Research &


The Yates Lab focuses on Proteomics, the study of the structure and function of proteins, including how they interact with each other inside cells. This allows us to deeply investigate viruses such as HIV and SARS-CoV-2 and to measure the impact of drugs intended to ameliorate health. 

The past 30 years have seen amazing advances in mass spectrometry-based proteomics technologies and their use in a broad range of biological applications. While mass spectrometry is a well-established and indispensable tool for proteomics, the Yates lab continues to strive to improve MS performance for proteomics applications and to innovate techniques that expand the scope of biological questions that can be addressed by MS.  

Proteomic Informatics

The publication of the database search algorithm SEQUEST in 1994 (Eng, J. K.; McCormack, A. L.; Yates, J. R., III. J. Am. Soc. Mass Spectrom.1994, 5, 976−989) marked the birth of the field of Proteomics. For the first time, large-scale and accurate interpretation of the tandem mass spectra of peptides was possible. This capability also created new opportunities for the analysis of proteolytically digested protein mixtures enabled by the mixture analysis capabilities of the tandem mass spectrometer. The Yates group has continued to pioneer new computational methods and tools for processing and extracting biological information from complex data sets and refining existing algorithms to keep pace with improvements in mass spectrometers and computing capabilities. These computational tools improve performance at each step of the analysis process, including the processing of raw data generated by the mass spectrometer, search methods for protein identification, protein quantification and statistical assessments of identification and quantification results.

Bioorthogonal Chemistry in Mammals

The quantification of newly synthesized proteins (NSP) at set time points using mass spectrometry has the potential to identify important early regulatory or expression changes associated with disease states.  NSPs can be enriched from proteomes by employing pulsed introduction of the non-canonical amino acid, azidohomoalanine (AHA). AHA is accepted by the endogenous methionine tRNA and inserted into proteins in vivo.  AHA can be enriched by reacting the azide of AHA to a biotin-alkyne (“click chemistry”).  In this way, AHA containing proteins or peptides can be enriched and efficiently separated from the whole proteome.  To date, the analysis of NSP has been restricted to cultured cells, but we recently developed PALM (Pulse AHA Labeling in Mammals), a strategy for quantitative tissue proteomic analysis of NSPs in animal models of disease at discrete time points through the incorporation of AHA into whole rodent proteome.  Our analysis showed that less than a week of an AHA diet is sufficient to safely incorporate AHA into the proteome of multiple tissues, which allows us to identify thousands of NSP by mass spectrometry.  To quantify NSPs from tissues, we devised two different labeling methods that employ the incorporation of heavy stable isotopes  into biotin-alkynes and AHA molecules.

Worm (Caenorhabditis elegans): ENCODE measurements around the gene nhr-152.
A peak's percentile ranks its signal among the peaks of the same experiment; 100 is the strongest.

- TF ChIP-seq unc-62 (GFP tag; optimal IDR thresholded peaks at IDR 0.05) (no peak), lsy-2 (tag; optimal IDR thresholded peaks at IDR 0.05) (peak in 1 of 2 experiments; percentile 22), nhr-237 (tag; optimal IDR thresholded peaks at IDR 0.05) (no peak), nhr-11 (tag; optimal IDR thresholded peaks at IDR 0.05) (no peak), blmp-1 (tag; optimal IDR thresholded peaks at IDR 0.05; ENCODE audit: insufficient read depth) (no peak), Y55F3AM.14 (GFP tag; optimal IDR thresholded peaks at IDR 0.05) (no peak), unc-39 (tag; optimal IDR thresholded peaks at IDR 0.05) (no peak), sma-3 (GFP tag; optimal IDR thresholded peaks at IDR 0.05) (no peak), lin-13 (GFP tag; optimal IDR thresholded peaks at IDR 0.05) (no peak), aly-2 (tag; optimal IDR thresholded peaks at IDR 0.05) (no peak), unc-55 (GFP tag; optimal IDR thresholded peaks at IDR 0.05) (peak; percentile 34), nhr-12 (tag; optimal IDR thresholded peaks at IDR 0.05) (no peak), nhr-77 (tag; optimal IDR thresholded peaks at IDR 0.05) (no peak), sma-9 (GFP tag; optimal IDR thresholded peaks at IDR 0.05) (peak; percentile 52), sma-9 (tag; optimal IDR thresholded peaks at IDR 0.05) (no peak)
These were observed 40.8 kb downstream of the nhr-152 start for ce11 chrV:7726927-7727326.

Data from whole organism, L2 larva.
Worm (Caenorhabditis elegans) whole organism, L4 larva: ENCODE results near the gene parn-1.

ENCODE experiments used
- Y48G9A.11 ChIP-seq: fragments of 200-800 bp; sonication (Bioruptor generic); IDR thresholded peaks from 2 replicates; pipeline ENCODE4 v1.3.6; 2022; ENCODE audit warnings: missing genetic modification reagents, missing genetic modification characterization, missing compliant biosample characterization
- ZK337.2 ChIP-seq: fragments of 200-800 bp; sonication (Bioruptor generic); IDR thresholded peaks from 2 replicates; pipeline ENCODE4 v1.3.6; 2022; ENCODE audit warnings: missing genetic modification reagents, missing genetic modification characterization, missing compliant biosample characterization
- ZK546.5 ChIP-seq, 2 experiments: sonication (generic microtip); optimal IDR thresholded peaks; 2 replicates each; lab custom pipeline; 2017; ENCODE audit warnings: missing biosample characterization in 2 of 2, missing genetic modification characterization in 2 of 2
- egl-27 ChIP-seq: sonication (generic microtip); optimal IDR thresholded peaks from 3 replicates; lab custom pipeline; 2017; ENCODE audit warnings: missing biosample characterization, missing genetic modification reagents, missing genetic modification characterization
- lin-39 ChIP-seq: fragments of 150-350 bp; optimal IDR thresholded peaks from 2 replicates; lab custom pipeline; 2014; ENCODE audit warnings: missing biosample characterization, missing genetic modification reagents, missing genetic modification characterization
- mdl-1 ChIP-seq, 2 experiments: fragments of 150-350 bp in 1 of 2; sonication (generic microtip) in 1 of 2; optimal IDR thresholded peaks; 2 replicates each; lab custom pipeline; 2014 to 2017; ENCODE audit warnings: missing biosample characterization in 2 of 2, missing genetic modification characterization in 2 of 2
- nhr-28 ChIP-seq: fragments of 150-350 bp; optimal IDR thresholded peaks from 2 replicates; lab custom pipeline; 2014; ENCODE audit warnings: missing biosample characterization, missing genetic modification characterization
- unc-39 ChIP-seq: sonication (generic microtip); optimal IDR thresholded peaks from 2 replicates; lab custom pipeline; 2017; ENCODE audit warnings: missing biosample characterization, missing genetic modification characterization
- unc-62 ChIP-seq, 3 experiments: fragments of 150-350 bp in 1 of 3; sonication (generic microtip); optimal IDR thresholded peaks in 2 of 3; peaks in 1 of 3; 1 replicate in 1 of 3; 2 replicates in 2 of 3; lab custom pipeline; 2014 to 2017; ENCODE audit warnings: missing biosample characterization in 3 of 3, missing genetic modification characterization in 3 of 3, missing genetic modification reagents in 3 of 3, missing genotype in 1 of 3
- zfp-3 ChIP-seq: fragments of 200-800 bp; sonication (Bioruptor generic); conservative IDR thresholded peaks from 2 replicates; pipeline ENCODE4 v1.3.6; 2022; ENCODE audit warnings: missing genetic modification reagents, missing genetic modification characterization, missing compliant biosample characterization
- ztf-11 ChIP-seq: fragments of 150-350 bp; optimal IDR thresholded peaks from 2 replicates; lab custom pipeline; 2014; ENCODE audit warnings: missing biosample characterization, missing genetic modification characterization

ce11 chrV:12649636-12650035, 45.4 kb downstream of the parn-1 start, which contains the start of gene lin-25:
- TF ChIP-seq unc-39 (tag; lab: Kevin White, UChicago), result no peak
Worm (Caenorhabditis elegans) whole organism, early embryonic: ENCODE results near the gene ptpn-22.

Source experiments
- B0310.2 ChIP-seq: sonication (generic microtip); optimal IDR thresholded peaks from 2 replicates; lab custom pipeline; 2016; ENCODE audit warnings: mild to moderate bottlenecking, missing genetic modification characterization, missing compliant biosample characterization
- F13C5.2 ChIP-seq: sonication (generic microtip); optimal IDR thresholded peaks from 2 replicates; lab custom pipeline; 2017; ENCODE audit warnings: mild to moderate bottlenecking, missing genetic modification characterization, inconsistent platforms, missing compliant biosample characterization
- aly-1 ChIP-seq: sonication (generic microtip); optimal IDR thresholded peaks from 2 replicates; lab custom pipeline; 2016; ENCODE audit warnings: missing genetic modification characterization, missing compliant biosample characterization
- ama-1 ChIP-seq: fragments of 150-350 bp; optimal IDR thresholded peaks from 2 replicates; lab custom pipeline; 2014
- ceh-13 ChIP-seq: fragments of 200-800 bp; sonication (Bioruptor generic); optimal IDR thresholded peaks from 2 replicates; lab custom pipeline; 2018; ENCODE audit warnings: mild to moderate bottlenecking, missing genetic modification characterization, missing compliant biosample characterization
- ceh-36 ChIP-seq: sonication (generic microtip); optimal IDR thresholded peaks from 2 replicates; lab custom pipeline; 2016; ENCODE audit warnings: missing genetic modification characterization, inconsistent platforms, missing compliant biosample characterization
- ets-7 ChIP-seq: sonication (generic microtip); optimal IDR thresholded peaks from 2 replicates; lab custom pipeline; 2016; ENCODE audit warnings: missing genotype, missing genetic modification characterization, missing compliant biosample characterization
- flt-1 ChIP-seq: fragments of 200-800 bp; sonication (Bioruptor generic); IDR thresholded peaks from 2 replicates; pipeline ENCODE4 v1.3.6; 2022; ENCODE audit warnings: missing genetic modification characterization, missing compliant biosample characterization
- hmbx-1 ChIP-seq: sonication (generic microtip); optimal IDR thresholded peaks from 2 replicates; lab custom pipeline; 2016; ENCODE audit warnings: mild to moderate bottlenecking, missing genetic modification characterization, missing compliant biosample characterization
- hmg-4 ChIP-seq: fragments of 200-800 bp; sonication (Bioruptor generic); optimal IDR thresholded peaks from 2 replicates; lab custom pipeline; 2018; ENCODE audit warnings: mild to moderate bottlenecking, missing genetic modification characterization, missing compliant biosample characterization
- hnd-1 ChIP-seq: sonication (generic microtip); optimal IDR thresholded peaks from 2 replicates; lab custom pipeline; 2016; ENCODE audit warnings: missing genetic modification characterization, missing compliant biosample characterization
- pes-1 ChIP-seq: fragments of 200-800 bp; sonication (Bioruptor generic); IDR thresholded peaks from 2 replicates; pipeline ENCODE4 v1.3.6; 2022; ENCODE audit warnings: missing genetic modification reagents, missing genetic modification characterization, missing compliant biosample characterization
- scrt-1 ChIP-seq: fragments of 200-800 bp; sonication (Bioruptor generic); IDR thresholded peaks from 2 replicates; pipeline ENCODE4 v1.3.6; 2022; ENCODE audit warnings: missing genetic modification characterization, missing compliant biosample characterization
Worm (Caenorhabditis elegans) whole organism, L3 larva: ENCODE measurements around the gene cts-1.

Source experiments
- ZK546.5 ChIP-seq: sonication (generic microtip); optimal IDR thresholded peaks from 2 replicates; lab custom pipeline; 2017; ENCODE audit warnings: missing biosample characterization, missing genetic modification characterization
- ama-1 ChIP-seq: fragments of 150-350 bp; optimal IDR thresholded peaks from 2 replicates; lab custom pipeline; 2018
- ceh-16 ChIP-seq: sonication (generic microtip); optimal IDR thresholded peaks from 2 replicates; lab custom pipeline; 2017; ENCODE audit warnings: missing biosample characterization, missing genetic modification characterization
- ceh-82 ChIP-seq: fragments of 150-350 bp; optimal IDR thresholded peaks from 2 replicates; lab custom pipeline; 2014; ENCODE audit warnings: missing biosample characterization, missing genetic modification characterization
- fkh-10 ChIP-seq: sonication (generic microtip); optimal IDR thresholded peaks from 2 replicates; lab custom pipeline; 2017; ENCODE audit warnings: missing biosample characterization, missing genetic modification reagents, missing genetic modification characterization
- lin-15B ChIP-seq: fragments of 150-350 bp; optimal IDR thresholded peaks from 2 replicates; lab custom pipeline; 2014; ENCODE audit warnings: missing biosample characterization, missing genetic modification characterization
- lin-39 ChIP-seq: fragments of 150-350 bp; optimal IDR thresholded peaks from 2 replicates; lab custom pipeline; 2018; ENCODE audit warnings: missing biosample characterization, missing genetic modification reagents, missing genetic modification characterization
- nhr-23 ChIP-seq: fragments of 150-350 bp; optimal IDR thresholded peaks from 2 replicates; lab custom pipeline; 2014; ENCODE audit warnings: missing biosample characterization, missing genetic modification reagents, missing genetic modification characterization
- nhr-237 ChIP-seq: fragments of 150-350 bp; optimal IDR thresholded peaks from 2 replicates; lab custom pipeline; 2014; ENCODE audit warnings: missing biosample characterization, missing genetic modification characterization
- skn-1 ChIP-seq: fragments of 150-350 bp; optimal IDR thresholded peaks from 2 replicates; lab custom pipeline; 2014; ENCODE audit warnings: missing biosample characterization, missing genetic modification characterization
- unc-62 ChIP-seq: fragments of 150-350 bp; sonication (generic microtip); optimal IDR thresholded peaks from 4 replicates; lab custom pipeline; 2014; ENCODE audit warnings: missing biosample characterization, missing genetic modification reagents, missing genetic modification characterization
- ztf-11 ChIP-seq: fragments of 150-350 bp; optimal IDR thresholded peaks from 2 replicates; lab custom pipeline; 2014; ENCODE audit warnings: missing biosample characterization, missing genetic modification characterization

Cystic Fibrosis

Cystic Fibrosis (CF) is one of the most common and sadly, still lethal, genetic childhood diseases in the US with a median life expectancy of only 37 years. It results from mutations in the Cystic Fibrosis Transmembrane Conductance Regulator (CFTR) gene. Deletion of Phenylalanine 508 (∆F508 CFTR) is the most common mutation (affecting over 70 % of patients) and it results in misfolding and premature degradation of the CFTR protein.

The Yates lab has made major advances in understanding the molecular defects that underly Cystic Fibrosis using mass spectrometry and ingenious method development. For example, the Yates lab deciphered the interactome of CFTR and discovered that the ∆F508 CFTR mutation leads to disease-specific protein-protein interactions that prevent proper functioning and trafficking of ∆F508 CFTR (Wang et al., Cell 2006; Pankow et al, Nature 2015; Pankow et al., Nature Protocols 2016). Their work then showed that ∆F508 CFTR function can be partially restored by blocking such disease-specific interactions in primary patient cells (Pankow et al, Nature 2015). Several of the newly discovered CFTR interactors have been further investigated by other groups as promising therapeutic targets. The Yates lab is also involved in characterizing novel lead compounds for CF therapy that were discovered in the interactome study. They also observed prominent differences in post translational modifications between wt and ∆F508 CFTR that were mirrored by other misfolded CFTR variants such as N1303K CFTR and which prevent proper trafficking of the F508 and N1303K CFTR protein (Pankow et al, Science Signaling, 2019). To help solve the puzzle of how protein misfolding affects CFTR function and trafficking, the Yates lab recently developed a novel mass spectrometry method called Covalent Protein Painting (CPP) that for the first time allowed us to characterize the structure of misfolded proteins in vivo (Bamberger, Pankow et al., JPR, 2021, Bamberger et al., 2022). By applying the CPP method, the Yates lab currently characterizes the structural defects of several CFTR mutants to help improve current and develop better future CF therapeutics.

CPP in Mammals

CPP via perfusion can preserve the in vivo conformation of proteins in their innate state, by adding dimethyl labels to exposed lysine residues on intact proteins to create a whole animal in vivo protein footprinting. Our method involves sequentially diffusing labeling reagents through blood vessels throughout the whole body so that protein surfaces are light-dimethylated [(CHD2)2] in vivo. The process is fast enough to capture protein structures in a nearly innate state. After harvest and homogenization of each tissue and lysis of the cells, proteins are denatured and proteolyzed with chymotrypsin followed by labeling of the newly exposed lysine sites with heavy-dimethyl [(13CD3)2] tags.